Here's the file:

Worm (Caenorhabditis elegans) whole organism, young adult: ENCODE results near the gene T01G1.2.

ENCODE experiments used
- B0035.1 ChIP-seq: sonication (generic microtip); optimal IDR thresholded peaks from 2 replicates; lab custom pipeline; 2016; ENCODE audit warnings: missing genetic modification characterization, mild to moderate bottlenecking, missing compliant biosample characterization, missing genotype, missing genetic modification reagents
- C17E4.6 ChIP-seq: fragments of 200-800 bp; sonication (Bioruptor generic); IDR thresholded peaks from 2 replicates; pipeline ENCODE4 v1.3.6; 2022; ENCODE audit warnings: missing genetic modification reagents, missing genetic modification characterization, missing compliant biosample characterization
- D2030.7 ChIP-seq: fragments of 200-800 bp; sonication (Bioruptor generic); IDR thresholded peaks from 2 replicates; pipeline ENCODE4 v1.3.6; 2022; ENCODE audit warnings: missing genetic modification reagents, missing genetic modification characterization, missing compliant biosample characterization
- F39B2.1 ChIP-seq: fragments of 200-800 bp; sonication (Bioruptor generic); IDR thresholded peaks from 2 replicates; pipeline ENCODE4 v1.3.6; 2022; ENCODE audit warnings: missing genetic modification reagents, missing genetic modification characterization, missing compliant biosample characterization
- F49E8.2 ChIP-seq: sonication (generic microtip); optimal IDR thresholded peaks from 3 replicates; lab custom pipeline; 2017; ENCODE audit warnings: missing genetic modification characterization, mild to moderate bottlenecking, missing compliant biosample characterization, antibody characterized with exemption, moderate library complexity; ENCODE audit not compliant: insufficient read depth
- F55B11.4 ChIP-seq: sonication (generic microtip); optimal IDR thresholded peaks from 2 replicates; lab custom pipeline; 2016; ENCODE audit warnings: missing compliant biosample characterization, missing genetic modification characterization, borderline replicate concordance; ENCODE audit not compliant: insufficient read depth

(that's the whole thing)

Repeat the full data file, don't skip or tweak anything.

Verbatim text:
Worm (Caenorhabditis elegans) whole organism, young adult: ENCODE results near the gene T01G1.2.

ENCODE experiments used
- B0035.1 ChIP-seq: sonication (generic microtip); optimal IDR thresholded peaks from 2 replicates; lab custom pipeline; 2016; ENCODE audit warnings: missing genetic modification characterization, mild to moderate bottlenecking, missing compliant biosample characterization, missing genotype, missing genetic modification reagents
- C17E4.6 ChIP-seq: fragments of 200-800 bp; sonication (Bioruptor generic); IDR thresholded peaks from 2 replicates; pipeline ENCODE4 v1.3.6; 2022; ENCODE audit warnings: missing genetic modification reagents, missing genetic modification characterization, missing compliant biosample characterization
- D2030.7 ChIP-seq: fragments of 200-800 bp; sonication (Bioruptor generic); IDR thresholded peaks from 2 replicates; pipeline ENCODE4 v1.3.6; 2022; ENCODE audit warnings: missing genetic modification reagents, missing genetic modification characterization, missing compliant biosample characterization
- F39B2.1 ChIP-seq: fragments of 200-800 bp; sonication (Bioruptor generic); IDR thresholded peaks from 2 replicates; pipeline ENCODE4 v1.3.6; 2022; ENCODE audit warnings: missing genetic modification reagents, missing genetic modification characterization, missing compliant biosample characterization
- F49E8.2 ChIP-seq: sonication (generic microtip); optimal IDR thresholded peaks from 3 replicates; lab custom pipeline; 2017; ENCODE audit warnings: missing genetic modification characterization, mild to moderate bottlenecking, missing compliant biosample characterization, antibody characterized with exemption, moderate library complexity; ENCODE audit not compliant: insufficient read depth
- F55B11.4 ChIP-seq: sonication (generic microtip); optimal IDR thresholded peaks from 2 replicates; lab custom pipeline; 2016; ENCODE audit warnings: missing compliant biosample characterization, missing genetic modification characterization, borderline replicate concordance; ENCODE audit not compliant: insufficient read depth